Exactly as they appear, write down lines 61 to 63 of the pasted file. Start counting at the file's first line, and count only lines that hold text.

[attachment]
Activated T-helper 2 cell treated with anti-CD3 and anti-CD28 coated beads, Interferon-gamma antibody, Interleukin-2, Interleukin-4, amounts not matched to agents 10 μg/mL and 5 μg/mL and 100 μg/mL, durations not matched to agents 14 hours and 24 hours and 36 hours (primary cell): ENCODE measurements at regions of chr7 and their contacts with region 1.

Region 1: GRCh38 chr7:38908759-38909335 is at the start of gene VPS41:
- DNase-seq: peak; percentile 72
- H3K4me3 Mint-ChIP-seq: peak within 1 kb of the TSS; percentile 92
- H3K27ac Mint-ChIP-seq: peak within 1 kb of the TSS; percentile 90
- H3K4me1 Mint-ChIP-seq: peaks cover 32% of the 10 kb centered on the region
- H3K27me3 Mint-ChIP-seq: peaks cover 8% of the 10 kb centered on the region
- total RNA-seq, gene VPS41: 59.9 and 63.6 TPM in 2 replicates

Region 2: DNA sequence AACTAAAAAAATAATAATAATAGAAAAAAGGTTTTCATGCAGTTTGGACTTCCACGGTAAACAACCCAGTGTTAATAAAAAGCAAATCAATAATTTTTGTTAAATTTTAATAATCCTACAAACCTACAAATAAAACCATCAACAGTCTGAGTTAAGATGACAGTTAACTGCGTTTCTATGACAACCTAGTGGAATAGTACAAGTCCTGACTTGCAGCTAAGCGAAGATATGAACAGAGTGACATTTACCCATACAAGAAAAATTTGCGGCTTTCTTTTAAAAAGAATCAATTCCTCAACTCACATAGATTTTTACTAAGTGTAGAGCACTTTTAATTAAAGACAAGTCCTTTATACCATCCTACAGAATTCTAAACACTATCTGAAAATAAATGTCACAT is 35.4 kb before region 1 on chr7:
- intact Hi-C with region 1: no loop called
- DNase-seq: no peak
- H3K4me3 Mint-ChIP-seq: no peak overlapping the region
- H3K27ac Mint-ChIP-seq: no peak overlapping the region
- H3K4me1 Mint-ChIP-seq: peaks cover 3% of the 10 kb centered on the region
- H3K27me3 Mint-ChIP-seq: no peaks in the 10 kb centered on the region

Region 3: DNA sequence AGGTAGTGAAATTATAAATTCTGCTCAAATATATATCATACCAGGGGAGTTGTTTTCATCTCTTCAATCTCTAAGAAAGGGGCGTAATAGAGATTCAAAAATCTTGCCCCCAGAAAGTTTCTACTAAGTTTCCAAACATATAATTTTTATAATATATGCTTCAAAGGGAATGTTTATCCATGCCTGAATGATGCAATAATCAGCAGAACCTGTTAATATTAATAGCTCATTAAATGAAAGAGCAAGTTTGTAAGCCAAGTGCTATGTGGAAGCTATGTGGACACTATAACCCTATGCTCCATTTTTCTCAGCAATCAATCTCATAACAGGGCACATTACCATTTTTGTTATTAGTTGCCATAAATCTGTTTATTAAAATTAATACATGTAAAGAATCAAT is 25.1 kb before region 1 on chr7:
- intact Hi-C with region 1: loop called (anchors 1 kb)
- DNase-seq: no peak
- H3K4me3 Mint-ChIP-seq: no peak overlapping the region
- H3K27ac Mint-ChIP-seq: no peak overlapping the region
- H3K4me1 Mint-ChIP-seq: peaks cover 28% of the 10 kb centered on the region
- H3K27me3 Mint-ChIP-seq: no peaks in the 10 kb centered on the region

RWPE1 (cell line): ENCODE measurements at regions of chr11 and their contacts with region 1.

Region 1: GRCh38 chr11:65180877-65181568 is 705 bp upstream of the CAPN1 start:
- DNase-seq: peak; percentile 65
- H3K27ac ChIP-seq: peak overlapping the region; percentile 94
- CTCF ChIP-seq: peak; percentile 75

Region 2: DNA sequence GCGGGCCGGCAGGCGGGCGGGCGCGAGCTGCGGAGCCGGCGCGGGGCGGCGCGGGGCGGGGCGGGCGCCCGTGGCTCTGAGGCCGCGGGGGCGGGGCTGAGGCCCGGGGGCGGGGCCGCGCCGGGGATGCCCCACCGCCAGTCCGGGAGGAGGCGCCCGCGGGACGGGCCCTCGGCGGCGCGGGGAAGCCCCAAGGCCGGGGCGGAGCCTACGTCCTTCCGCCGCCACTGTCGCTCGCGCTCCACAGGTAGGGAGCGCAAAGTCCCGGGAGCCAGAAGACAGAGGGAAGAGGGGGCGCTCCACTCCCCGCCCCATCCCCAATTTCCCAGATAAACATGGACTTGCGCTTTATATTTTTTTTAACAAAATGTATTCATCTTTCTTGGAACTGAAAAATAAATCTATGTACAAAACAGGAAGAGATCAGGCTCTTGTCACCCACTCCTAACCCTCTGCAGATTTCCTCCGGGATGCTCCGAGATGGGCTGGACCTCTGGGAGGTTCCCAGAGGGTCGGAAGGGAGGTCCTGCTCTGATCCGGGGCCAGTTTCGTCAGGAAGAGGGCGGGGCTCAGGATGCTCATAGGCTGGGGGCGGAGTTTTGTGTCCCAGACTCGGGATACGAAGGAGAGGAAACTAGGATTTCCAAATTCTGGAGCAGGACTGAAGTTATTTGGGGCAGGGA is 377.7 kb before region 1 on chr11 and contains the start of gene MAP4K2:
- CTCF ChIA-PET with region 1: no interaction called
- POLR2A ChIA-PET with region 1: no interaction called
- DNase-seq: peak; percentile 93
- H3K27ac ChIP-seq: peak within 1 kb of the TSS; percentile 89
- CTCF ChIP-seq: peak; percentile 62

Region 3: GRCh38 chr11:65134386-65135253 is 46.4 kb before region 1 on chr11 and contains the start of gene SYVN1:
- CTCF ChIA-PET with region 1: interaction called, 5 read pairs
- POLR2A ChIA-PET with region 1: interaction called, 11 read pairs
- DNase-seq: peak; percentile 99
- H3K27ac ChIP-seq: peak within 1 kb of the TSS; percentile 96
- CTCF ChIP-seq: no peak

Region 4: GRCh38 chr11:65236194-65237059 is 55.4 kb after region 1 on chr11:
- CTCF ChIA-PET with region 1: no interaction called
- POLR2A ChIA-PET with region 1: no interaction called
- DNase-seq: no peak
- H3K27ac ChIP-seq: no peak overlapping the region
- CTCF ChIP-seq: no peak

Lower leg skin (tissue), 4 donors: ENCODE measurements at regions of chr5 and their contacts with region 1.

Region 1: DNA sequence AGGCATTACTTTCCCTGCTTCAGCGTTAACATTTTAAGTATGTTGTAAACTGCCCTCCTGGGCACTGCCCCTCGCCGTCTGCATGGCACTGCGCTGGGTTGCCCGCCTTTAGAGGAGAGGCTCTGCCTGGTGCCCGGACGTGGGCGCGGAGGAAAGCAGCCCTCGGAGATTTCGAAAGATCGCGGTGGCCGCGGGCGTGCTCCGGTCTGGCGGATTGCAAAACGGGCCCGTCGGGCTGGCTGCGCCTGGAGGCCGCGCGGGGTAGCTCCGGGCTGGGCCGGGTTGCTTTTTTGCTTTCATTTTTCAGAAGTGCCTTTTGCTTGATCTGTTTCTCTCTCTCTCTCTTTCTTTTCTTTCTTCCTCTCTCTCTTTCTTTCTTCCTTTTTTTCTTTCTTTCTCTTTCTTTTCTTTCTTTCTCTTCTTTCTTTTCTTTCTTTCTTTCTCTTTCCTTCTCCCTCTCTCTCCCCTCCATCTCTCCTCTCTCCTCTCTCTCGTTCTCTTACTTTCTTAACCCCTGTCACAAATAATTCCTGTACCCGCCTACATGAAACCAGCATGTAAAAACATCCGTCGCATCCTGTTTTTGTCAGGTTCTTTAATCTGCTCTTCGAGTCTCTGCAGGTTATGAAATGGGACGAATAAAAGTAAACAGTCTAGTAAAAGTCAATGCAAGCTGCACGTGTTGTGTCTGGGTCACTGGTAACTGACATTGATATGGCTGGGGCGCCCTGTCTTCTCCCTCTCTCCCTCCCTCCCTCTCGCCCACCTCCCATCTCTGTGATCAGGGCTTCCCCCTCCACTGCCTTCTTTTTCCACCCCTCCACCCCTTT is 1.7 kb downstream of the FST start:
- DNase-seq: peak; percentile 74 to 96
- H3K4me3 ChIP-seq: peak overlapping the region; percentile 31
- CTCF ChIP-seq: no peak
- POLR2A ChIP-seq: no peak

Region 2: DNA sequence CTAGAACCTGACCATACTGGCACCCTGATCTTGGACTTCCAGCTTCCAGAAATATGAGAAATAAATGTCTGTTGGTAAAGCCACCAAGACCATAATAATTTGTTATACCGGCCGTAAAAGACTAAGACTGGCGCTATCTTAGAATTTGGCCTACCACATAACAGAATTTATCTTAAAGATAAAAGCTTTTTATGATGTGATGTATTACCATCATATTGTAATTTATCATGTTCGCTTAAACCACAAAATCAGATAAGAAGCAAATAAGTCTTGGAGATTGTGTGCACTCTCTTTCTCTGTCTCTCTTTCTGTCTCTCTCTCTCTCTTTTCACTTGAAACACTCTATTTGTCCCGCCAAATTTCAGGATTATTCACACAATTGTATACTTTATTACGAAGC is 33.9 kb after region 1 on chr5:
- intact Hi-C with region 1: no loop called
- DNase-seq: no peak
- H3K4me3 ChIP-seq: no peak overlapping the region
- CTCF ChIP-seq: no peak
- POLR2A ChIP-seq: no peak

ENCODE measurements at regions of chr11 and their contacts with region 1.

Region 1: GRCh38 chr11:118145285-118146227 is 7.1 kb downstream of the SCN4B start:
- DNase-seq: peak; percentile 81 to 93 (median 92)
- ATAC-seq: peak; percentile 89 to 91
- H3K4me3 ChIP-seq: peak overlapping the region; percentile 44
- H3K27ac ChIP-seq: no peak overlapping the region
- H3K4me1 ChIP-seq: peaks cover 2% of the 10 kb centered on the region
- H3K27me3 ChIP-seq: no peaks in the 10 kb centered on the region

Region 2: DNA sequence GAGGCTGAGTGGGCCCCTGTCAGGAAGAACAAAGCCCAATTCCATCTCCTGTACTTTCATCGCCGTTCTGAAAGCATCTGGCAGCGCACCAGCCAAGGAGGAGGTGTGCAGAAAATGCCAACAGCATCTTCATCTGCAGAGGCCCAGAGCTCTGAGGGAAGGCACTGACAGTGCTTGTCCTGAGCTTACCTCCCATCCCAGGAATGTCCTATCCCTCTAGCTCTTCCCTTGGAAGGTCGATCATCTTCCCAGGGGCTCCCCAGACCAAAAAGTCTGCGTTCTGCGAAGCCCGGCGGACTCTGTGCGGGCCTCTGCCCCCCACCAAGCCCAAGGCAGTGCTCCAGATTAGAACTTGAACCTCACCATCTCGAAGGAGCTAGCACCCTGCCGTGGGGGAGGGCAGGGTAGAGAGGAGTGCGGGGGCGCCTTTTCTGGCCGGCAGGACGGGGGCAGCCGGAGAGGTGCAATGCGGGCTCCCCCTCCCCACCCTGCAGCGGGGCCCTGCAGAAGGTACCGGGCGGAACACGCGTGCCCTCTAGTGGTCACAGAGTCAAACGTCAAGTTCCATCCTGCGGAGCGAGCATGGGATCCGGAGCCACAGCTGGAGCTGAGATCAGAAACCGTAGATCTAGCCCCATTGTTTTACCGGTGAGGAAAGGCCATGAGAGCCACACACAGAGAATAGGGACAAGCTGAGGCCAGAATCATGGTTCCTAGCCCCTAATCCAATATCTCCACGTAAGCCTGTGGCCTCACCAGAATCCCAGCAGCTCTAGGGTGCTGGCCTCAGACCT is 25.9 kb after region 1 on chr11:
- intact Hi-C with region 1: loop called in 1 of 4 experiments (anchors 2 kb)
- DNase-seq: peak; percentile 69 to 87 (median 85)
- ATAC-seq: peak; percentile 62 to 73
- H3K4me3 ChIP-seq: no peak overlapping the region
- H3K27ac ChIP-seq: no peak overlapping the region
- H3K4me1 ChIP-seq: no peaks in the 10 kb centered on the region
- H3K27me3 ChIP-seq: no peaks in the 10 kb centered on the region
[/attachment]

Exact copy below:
- ATAC-seq: peak; percentile 89 to 91
- H3K4me3 ChIP-seq: peak overlapping the region; percentile 44
- H3K27ac ChIP-seq: no peak overlapping the region